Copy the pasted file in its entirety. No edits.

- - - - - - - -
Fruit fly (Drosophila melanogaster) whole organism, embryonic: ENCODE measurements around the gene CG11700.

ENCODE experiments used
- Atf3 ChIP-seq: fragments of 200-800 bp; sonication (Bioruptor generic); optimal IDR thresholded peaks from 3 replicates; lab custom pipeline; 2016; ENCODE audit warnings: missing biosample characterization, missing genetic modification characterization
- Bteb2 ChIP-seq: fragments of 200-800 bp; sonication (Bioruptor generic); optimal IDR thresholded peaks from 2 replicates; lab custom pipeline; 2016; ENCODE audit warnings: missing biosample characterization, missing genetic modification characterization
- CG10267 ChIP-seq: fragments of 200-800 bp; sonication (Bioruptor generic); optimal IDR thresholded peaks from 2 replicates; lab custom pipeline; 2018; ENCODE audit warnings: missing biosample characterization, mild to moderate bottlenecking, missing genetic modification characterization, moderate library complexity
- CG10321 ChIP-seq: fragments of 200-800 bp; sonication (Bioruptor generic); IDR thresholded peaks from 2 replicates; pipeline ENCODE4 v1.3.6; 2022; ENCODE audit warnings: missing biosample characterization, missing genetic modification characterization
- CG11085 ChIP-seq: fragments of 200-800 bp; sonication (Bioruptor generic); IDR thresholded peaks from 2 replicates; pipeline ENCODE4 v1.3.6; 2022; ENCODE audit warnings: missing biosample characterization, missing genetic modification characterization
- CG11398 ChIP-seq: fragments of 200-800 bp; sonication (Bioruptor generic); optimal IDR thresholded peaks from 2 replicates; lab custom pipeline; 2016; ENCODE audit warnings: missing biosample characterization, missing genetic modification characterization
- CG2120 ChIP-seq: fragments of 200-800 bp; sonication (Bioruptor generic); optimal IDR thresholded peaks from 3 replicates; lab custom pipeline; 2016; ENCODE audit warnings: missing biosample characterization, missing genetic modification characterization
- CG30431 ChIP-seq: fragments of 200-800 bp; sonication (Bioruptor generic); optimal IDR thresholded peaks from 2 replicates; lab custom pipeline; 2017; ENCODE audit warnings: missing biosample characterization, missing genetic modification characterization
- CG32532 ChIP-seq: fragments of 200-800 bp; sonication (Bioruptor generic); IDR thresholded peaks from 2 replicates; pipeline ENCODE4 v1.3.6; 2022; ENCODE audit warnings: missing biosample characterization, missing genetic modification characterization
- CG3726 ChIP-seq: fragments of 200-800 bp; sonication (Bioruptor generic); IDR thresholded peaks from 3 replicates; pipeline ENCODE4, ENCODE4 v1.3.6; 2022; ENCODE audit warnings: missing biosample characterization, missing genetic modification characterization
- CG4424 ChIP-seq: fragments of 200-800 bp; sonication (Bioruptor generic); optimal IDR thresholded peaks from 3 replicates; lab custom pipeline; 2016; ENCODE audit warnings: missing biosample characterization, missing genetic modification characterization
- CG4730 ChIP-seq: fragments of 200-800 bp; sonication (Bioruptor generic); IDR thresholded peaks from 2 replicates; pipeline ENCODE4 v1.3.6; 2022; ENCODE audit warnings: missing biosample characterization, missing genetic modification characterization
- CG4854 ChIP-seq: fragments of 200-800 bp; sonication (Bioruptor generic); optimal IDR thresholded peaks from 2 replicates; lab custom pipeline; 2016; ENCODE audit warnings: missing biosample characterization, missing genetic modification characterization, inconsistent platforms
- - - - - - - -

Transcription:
Fruit fly (Drosophila melanogaster) whole organism, embryonic: ENCODE measurements around the gene CG11700.

ENCODE experiments used
- Atf3 ChIP-seq: fragments of 200-800 bp; sonication (Bioruptor generic); optimal IDR thresholded peaks from 3 replicates; lab custom pipeline; 2016; ENCODE audit warnings: missing biosample characterization, missing genetic modification characterization
- Bteb2 ChIP-seq: fragments of 200-800 bp; sonication (Bioruptor generic); optimal IDR thresholded peaks from 2 replicates; lab custom pipeline; 2016; ENCODE audit warnings: missing biosample characterization, missing genetic modification characterization
- CG10267 ChIP-seq: fragments of 200-800 bp; sonication (Bioruptor generic); optimal IDR thresholded peaks from 2 replicates; lab custom pipeline; 2018; ENCODE audit warnings: missing biosample characterization, mild to moderate bottlenecking, missing genetic modification characterization, moderate library complexity
- CG10321 ChIP-seq: fragments of 200-800 bp; sonication (Bioruptor generic); IDR thresholded peaks from 2 replicates; pipeline ENCODE4 v1.3.6; 2022; ENCODE audit warnings: missing biosample characterization, missing genetic modification characterization
- CG11085 ChIP-seq: fragments of 200-800 bp; sonication (Bioruptor generic); IDR thresholded peaks from 2 replicates; pipeline ENCODE4 v1.3.6; 2022; ENCODE audit warnings: missing biosample characterization, missing genetic modification characterization
- CG11398 ChIP-seq: fragments of 200-800 bp; sonication (Bioruptor generic); optimal IDR thresholded peaks from 2 replicates; lab custom pipeline; 2016; ENCODE audit warnings: missing biosample characterization, missing genetic modification characterization
- CG2120 ChIP-seq: fragments of 200-800 bp; sonication (Bioruptor generic); optimal IDR thresholded peaks from 3 replicates; lab custom pipeline; 2016; ENCODE audit warnings: missing biosample characterization, missing genetic modification characterization
- CG30431 ChIP-seq: fragments of 200-800 bp; sonication (Bioruptor generic); optimal IDR thresholded peaks from 2 replicates; lab custom pipeline; 2017; ENCODE audit warnings: missing biosample characterization, missing genetic modification characterization
- CG32532 ChIP-seq: fragments of 200-800 bp; sonication (Bioruptor generic); IDR thresholded peaks from 2 replicates; pipeline ENCODE4 v1.3.6; 2022; ENCODE audit warnings: missing biosample characterization, missing genetic modification characterization
- CG3726 ChIP-seq: fragments of 200-800 bp; sonication (Bioruptor generic); IDR thresholded peaks from 3 replicates; pipeline ENCODE4, ENCODE4 v1.3.6; 2022; ENCODE audit warnings: missing biosample characterization, missing genetic modification characterization
- CG4424 ChIP-seq: fragments of 200-800 bp; sonication (Bioruptor generic); optimal IDR thresholded peaks from 3 replicates; lab custom pipeline; 2016; ENCODE audit warnings: missing biosample characterization, missing genetic modification characterization
- CG4730 ChIP-seq: fragments of 200-800 bp; sonication (Bioruptor generic); IDR thresholded peaks from 2 replicates; pipeline ENCODE4 v1.3.6; 2022; ENCODE audit warnings: missing biosample characterization, missing genetic modification characterization
- CG4854 ChIP-seq: fragments of 200-800 bp; sonication (Bioruptor generic); optimal IDR thresholded peaks from 2 replicates; lab custom pipeline; 2016; ENCODE audit warnings: missing biosample characterization, missing genetic modification characterization, inconsistent platforms